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[quote name='mute' date='Aug 21 2005, 10:27 PM']
hey i thought you guys were talking about a 4.6 litre v6 replacement for the astro a litle while back, what happened?

was it the 3.6 were you guys miss informed?

oh and i hate the uplander
not what gm needs in my opinion,
its got enough boring large autos"

You got the last part right, mute.

As of the 2006 GM press release, the Uplander will come standard with a 3500 3.5L
V-6, rated at 201hp and 216lbs-ft of torque.

Sometime later in the year(but they don't say when) an optional engine will be offered. It is the 3900 3.9L V-6 with variable valve timing. They must be confused about their own ratings because in the beginning of the release it says this engine will produce 240hp and 240lbs-ft of torque.
But later down in the text it says that this new engine will produce 235hp and 239
lbs-ft of torque.
I guess if you read further, it might get weker, .... I don't know!
This appears to be some variation of the new family of Corporate-developed V-6's.
To my knowledge, the 4.6 is the Cadillac engine and not allowed in a lowly
Chevy product!
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If roof racks don't have a negative effect on vehicle performance, then why didn't they leave it on the high-dollar Tahoe SS?

Ask Chevy engineering to publish the drag factors on their vehicles with & without a roof rack.

As far as engineering features into the Uplander......... why wasn't that done? Somebody other than the bean-counters knew that the Astro was being replaced.
The right hand is supposed to know what the left is doing, in a well-regulated business! It is called....... COMMUNICATION & PLANNING!

[post="1671"]<{POST_SNAPBACK}>[/post]



Why no roof rack on SS..? Looks maybe...?

Also....I'm glad you are such an Astro fan.....BUT, compared to the rest of the minivan segment, they sold peanuts. GM isn't going to spend the money to engineer dutch doors on the Uplander (and sister vans) because the SEGMENT hasn't dictated that is a priority feature. People would rather have lift up hatches....look at sales numbers and see what people are buying.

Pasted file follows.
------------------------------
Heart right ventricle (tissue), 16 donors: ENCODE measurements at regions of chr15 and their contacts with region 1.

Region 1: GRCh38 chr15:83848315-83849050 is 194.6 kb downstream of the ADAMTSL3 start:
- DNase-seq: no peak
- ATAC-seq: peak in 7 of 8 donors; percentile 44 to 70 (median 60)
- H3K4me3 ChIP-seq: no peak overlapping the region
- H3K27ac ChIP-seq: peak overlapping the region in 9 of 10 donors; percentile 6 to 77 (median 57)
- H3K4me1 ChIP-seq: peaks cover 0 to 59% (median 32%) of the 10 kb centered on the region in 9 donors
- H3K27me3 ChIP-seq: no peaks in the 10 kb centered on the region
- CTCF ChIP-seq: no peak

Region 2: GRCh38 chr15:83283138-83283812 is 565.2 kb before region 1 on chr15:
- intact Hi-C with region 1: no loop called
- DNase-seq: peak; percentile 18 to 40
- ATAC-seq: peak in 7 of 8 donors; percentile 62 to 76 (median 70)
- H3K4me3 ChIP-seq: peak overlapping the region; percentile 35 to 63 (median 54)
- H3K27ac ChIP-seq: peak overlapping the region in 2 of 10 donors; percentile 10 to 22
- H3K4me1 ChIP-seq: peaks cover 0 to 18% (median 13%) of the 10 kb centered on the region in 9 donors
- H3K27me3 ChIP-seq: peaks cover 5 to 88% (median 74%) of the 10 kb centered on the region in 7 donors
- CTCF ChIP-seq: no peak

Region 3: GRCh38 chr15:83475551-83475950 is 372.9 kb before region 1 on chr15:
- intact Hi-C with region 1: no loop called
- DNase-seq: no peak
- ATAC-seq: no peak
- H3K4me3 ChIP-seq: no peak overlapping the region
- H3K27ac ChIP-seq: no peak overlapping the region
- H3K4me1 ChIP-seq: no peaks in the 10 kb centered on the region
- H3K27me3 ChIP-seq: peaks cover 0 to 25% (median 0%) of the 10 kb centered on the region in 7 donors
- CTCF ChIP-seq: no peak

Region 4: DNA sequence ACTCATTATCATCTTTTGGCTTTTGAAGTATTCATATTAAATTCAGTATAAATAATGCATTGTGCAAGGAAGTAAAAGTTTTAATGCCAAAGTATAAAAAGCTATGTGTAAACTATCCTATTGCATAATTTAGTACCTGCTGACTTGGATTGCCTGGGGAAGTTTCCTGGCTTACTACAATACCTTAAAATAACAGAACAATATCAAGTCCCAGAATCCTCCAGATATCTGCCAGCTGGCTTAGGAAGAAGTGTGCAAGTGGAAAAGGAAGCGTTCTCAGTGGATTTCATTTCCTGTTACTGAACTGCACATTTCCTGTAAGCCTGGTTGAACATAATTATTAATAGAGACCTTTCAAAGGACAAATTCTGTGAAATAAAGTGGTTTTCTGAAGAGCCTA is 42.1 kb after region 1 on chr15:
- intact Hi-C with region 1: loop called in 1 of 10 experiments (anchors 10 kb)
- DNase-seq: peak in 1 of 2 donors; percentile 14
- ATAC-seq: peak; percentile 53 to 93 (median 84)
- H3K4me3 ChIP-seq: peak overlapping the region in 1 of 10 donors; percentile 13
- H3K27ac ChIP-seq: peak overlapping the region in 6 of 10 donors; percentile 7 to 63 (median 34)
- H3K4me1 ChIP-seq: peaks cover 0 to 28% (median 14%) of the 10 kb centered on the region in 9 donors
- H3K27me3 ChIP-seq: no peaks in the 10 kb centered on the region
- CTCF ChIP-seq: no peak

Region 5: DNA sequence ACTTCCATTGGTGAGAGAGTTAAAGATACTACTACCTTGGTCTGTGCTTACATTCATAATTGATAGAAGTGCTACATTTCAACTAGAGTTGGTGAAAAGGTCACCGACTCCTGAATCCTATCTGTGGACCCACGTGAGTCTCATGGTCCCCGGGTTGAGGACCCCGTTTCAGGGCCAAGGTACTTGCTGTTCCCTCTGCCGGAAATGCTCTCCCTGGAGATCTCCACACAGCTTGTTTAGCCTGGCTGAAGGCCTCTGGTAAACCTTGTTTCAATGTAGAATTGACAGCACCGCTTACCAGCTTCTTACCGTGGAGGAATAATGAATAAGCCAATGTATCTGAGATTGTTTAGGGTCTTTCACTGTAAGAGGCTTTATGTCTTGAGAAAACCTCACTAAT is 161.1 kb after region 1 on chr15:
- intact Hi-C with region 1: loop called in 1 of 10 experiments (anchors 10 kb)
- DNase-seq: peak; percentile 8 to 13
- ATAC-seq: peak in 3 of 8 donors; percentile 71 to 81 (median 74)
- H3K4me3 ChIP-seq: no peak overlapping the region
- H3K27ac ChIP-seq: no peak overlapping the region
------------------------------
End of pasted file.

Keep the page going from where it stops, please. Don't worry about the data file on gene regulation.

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"The Astro sold well out here in California. It was mostly bought by hispanics that loved the cheap price and the large amount of room for their larger families, etc. BUT, it was really a niche vehicle.

Not enough mainstream buyers like you are willing to put up with the negatives (inefficient room, rough ride, lower MPG, poor bad weather traction w/o awd, etc.)"

It is exactlly this narrow sophomoric view, looking within a very narrow scope that has contributed to the problems GM is in right now!

I'm sorry to inform you but, there are 49 other States in this country, who don't dance to the tune of California!
Niche vehicle it may be....... but tell that to all the other minivan
manufacturers and they will laugh in your face.
The truth is GM has chosen to turn it's back on this market a long time ago.
That's why the Astro's were never privy to state-of-the-art updates. If they had kept this vehicle up-to-date, it would not take buckets of money to make a competitive model minivan.

[post="1676"]<{POST_SNAPBACK}>[/post]


(formerly "tannersoc")

Listen, CHILL about the California comment......you don't wanna get me started about how CA is HUGELY relevent to the U.S. auto market....or get me started about the 34 MILLION people that live here....or get me started about how L.A. is the single largest automotive market in the country...